The evidence for this comes from the way the flow through a bed of coffee changes over time, as shown in the following image from Fasano et al. (2000). When the pump starts, the flow is initially quick, but quickly slows down to reach a lower rate (a). If the pump is stopped then restarted, the flow continues at the lower rate (b), which shows this is not due to compression de la disco de hockey. If however, the direction of the pump is reversed (c), then the disco de hockey shows the same pattern of fast flow at the start, rapidly slowing to a lower rate.
“This effect can be explained by assuming that the fine particles can be removed and transported by the flow” …
… the authors write. As the finos move to the bottom of the disco de hockey, they begin to obstruct the flow. When the pump is reversed, the finos are now on the ‘top’ and so the flow is fast again, until they reach the bottom of the disco de hockey and again obstruct flow.
A recently published mathematical model simulating extraction and flow, including fines migration (Ellero and Navarini, 2019) confirms this, showing “remarkably good agreement” with experimental results.
Controlling Fines Migration
So as we have seen, disco de hockey prep doesn’t seem to have much effect on fines migration. However, there are some factors that might reduce fines migration during extraction. At the extreme end, using a paper filter underneath might not prevent migration through the disco de hockey, but it does seem to stop the formation of the compact layer of finos that limits flow through the bed.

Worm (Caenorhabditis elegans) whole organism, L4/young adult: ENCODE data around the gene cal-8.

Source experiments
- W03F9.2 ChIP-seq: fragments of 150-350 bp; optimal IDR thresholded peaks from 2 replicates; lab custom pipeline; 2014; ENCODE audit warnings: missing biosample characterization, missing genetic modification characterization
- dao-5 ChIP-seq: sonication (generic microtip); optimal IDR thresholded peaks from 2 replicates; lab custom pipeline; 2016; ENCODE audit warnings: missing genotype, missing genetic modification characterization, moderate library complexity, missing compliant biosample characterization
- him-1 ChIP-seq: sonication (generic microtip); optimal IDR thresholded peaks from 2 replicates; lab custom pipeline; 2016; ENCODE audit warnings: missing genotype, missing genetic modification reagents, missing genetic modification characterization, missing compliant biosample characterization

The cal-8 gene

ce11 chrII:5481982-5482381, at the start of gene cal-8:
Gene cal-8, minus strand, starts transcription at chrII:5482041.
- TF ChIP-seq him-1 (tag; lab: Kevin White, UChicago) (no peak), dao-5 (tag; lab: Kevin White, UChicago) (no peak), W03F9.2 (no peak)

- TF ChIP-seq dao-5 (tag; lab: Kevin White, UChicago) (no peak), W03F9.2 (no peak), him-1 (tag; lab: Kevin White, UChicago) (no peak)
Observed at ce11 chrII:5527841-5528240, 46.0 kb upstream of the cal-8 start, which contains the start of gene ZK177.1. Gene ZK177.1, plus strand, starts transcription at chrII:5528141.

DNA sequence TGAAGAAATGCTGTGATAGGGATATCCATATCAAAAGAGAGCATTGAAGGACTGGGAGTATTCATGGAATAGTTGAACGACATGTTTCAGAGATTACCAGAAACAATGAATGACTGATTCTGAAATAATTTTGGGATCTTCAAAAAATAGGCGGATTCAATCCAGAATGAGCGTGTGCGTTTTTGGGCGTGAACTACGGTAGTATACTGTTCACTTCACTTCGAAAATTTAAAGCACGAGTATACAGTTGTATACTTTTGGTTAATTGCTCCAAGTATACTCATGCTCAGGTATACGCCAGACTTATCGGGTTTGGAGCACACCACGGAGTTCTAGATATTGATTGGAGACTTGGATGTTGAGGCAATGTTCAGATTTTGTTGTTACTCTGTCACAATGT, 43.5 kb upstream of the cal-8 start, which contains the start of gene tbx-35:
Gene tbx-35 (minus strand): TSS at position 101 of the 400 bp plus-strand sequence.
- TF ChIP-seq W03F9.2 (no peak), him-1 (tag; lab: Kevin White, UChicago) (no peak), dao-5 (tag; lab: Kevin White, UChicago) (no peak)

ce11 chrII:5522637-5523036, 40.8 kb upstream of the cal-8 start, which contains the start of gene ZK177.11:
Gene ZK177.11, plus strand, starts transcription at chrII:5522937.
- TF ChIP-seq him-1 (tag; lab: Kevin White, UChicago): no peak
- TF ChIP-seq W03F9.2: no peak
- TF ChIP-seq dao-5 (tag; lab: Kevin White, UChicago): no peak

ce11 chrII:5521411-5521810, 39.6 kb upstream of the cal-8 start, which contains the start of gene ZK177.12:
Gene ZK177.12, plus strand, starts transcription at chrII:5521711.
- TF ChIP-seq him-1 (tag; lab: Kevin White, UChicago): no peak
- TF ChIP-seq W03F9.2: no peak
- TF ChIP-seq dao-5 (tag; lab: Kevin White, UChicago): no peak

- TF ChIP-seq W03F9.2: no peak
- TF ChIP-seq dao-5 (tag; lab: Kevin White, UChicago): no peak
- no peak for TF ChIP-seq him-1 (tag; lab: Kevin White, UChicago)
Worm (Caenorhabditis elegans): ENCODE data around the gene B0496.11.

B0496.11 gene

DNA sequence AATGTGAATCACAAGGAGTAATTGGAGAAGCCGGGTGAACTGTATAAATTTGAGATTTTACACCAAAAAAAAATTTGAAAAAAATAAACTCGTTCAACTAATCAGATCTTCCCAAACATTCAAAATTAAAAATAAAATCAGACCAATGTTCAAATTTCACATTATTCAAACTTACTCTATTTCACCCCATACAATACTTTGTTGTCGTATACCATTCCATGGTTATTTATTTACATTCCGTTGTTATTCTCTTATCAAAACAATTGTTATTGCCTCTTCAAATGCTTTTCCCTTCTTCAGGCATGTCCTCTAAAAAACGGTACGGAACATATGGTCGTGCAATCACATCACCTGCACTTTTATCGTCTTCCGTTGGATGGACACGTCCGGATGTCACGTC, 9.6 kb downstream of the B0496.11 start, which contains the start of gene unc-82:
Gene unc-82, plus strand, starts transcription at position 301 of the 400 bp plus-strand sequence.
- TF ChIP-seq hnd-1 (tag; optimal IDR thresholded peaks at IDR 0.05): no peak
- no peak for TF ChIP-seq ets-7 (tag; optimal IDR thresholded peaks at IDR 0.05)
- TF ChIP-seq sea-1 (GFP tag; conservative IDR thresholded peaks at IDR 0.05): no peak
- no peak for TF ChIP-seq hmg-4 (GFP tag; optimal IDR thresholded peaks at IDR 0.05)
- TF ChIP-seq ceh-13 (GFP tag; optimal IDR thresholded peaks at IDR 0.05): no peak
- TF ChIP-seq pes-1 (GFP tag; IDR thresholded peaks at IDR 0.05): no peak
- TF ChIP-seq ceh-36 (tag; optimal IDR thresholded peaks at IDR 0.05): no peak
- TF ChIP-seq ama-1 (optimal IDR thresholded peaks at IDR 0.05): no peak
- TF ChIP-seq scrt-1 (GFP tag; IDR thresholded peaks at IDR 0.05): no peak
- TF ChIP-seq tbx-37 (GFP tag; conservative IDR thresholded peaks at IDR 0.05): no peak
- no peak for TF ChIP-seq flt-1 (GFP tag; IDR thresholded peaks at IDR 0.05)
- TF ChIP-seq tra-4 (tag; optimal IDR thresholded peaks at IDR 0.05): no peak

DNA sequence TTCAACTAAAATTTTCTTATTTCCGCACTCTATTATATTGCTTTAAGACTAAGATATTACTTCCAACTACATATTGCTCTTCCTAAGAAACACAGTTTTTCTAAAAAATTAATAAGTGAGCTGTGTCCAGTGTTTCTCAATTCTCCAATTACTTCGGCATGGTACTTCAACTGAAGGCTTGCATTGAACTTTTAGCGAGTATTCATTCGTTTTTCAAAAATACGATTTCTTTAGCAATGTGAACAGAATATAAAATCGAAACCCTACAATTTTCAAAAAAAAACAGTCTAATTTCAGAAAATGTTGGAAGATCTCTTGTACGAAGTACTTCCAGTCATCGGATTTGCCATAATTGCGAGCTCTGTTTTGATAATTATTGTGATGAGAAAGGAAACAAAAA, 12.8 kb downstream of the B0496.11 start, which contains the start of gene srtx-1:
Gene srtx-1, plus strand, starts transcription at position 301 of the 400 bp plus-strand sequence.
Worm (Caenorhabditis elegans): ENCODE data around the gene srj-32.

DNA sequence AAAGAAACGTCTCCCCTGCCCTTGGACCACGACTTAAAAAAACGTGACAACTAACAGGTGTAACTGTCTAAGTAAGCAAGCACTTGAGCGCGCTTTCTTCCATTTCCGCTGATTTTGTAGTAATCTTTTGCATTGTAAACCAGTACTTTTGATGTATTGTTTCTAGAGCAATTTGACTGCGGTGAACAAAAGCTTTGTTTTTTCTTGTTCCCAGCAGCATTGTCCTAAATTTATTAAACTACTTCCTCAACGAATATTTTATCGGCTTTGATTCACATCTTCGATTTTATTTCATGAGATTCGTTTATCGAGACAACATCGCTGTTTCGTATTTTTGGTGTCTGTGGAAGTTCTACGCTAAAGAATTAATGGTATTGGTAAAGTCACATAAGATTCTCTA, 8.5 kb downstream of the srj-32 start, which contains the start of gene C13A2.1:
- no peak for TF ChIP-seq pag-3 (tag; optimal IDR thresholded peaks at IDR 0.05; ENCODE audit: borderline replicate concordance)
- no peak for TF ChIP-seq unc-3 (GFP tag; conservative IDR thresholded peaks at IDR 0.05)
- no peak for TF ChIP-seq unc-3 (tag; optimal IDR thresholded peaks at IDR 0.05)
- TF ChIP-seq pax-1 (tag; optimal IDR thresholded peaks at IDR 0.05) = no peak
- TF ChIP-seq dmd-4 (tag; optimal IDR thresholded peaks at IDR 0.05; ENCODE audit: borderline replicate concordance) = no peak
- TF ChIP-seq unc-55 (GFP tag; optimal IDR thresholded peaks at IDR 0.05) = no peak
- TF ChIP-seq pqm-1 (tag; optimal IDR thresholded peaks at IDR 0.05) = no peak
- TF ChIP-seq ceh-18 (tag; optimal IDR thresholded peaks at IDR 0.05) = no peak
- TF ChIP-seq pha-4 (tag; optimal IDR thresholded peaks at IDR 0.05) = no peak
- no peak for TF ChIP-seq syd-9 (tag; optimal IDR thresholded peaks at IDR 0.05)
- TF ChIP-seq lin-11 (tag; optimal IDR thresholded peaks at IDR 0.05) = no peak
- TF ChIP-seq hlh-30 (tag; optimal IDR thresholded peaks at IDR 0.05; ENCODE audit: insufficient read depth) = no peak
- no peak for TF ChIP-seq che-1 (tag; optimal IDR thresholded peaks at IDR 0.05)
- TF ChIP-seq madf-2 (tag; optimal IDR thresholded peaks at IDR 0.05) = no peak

Preinfusion in espresso machines also seems to limit fines migration (Rao). Allowing water to penetrate the coffee bed before pump pressure is applied causes the larger particles to swell as they become saturated, making it harder for the finos to move through the gaps between them.
However, in both cases, fines migration still occurs. All these techniques are doing is limiting it in some way, in order to allow us to grind finer. The key point is that finos, and wet fines migration, are very important to flow and extraction – so don’t stress about dry fines migration. As Matt himself put it: “Stop worrying … If you want to avoid fines migration then you probably shouldn’t be pumping water through the grinds:”
M Ellero and L Navarini, 2019. Mesoscopic modelling and simulation of espresso coffee extraction. Journal of Food Engineering doi: 10.1016/j.jfoodeng.2019.05.038
A Fasano, F Talamucci, and M Petracco, (2000). The Espresso Coffee Problem. In: Modeling and Simulation in Science, Engineering and Technology, pp 241–280. doi:10.1007/978-1-4612-1348-2_8
M Kuhn, S Lang, F Bezold, M Minceva, and H Briesen, 2017. Time-resolved extraction of caffeine and trigonelline from finely-ground espresso coffee with varying particle sizes and tamping pressures. Journal of Food Engineering doi:10.1016/j.jfoodeng.2017.03.002
M Petracco, 2005. Percolation. In: A Illy and R Viana (Eds), Espresso Coffee: The Science of Quality, second edition (pp 259-287)
M Petracco, M., Liverani, F.S., 1993. Dynamics of fluid percolation through a bed of particles subject to physico-chemical evolution, and its mathematical modelization. In: ASIC (Ed.), 15th International Conference on Coffee Science, pp. 702–711
Socratic Coffee, 2016. Exploring the Impact of Particles on Espresso Extraction (Blog post). Available online at http://socraticcoffee.com/2016/06/exploring-the-impact-of-particles-on-espresso-extraction/